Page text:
Improve efficiency: Heat the hot water when it's cold

My flow controller has a mode that tells it to heat the hot water if the temperature (measured at the bottom of the tank) drops by 5C. You can extend that all the way to a drop of 15C if you look in the menus.

Sadly that means a shower at 20:00 causes the heat pump to kick in when the outside temperature may have dropped.

As discussed elsewhere, it’s better to wait for it to be warm outside before you use the heat pump.

However, another factor is that the default behaviour means the water in the tank is already warm when the heat pump kicks in.

My hot water is at 42C so a 5C drop = 37C and the theoretical CoP is 2.9. If we use a drop of 15C then it begins heating when the water is at 27C and a CoP of 3.7. However, if we leave it alone and wait until shower is completely done then for example yesterday the water in the tank dropped to 11C and the CoP was 4.

In this graph looking at the efficiency of the hot water based on the average outside temperature for the day, we can see there was a bit of an improvement. The blue and green lines represent some of the experimental outcomes and the red line was the old behaviour.

Mine appears to allow up to 30C drop… but how cold can the bottom of the tank get before there’s not enough hot water for a bath? That’s about the point where I expect occupants to start complaining… but maybe not too strongly at first because the old analogue oil boiler and smaller tank fairly often got it wrong if no-one pressed the “heat now” button when a bath was drawn. :wink:

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Luckily my lot take showers and if it gets cold they get out of the shower :slight_smile:

However, it’s invariably fine and they don’t ever mention it.

In the Summer the solar panel excess heats the water and in the Winter the heat pump is on so often that the water is always warm.

Maybe use your old tiny water tank as the new bath?

I’ve taken the exact opposite approach, which I’m now wondering is a mistake.

I prohibit the hot water mode overnight, until 9am when it heats up to 40°C, and then at noon I heat it again to 45°C (when it’s warmer / sunnier). The target temperature is then dropped back down to 40°C at 7pm, though it won’t fire up until it’s dropped 13 degrees below that.

Gonna try heating it just once in the morning instead, see how that affects CoP.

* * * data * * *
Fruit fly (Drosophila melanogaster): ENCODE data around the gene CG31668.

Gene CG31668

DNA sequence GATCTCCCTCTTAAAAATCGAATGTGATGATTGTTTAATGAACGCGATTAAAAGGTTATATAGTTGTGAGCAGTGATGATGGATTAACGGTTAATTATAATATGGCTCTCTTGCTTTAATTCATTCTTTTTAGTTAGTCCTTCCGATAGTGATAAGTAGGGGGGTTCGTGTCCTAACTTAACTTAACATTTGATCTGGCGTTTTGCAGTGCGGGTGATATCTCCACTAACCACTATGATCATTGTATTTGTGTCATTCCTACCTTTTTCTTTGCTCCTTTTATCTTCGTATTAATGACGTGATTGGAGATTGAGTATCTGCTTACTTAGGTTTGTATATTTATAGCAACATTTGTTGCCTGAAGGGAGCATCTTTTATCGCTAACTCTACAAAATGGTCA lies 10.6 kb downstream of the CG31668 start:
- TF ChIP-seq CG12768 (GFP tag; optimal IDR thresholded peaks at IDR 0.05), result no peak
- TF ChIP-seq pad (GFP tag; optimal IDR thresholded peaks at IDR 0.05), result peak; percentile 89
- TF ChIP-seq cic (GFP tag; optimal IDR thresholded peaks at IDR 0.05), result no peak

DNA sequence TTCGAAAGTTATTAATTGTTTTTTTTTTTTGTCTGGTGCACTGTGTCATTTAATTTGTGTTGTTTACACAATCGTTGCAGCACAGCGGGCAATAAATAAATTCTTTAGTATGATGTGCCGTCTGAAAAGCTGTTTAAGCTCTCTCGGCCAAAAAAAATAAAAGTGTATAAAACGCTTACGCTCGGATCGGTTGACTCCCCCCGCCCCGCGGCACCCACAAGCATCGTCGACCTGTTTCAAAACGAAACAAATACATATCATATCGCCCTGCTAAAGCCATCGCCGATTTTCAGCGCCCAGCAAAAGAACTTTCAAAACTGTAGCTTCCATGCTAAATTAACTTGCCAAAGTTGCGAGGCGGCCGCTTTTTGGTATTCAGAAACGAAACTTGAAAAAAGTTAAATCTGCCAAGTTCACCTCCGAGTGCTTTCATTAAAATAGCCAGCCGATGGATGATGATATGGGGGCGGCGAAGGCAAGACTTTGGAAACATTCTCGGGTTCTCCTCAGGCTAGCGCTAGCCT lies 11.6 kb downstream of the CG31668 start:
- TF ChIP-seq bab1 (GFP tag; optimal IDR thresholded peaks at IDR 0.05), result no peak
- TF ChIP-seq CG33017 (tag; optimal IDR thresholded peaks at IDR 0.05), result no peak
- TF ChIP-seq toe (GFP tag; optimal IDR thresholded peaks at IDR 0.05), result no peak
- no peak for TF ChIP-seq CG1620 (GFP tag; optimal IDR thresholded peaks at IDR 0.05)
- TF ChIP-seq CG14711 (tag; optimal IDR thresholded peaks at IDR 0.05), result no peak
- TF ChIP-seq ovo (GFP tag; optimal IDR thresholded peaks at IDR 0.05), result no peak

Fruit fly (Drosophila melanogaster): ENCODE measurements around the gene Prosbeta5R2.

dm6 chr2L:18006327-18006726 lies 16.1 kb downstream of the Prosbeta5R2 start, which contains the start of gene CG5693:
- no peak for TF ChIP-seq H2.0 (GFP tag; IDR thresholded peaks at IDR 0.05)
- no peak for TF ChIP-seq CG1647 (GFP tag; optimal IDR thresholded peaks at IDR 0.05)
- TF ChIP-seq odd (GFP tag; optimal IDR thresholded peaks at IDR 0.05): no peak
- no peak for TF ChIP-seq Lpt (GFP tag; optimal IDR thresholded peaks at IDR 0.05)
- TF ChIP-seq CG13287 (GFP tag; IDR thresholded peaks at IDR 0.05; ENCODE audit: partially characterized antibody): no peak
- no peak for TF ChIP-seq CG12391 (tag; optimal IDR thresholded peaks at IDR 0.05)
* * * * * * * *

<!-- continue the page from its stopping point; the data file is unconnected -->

I also tried to preempt the legionella cycle by heating it up to 50°C before the immersion kicks in, but then the unit decided to do it a day earlier than I expected. :man_facepalming:

Incidentally, I assume you’ve found the “Eco mode” for hot water? Accessible via long-press on menu button on main unit (IIRC). I think this heats the water more gently over a slightly longer period, for better efficiency at the expense of space heating. Any thoughts on whether that’s worthwhile or not? It might be something to programmatically enable/disable depending on season or outside temperature perhaps?


Nice to hear people trying different things.

Although I have ECO mode enabled mine is still pretty fast. Sadly you can’t change it via the API.

I’ve disabled the legionella run on mine but the Python code keeps an eye on case it’s been a long time. Now that I’m lifting the DHW temp higher overnight for cheaper electricity it gets sorted very often.

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I don’t. I heat one tank about 4am to use the cheaper overnight rate to be ready for morning washing. I’m contemplating whether to do that at midnight instead, when it tends to be warmer, but that would mean the pumps running when people are trying to get to sleep, so I probably won’t.

I also raise the tank target temperature during the last two hours before sunset on a warm day.

I’ve found that allowing too large a drop means that the reheat takes so much longer that it consumes more power over a day. I suspect the sweet spot is to reheat when the tank temperature is approximately the heating flow temperature, but I’ve yet to test that.

Oh that’s interesting: I hadn’t noticed that the heat pump was only used to take it up to tank target temperature. I think we may be better reacting to OperationMode 6 (which seems to be what causes pymelcloud’s device.status = ‘legionella’) than doing it on a timer: I’ll try it before next run. I’ve not taken @MyForest’s approach of implementing my own legionella logic because I am trying to leave the ecodan controller with a sane setup if my Pi crashes or dies.

Yes. Seems to work well enough for us.

Very sensible. If our things goes wrong for more than a week I will need to hand full control back to the Ecodan.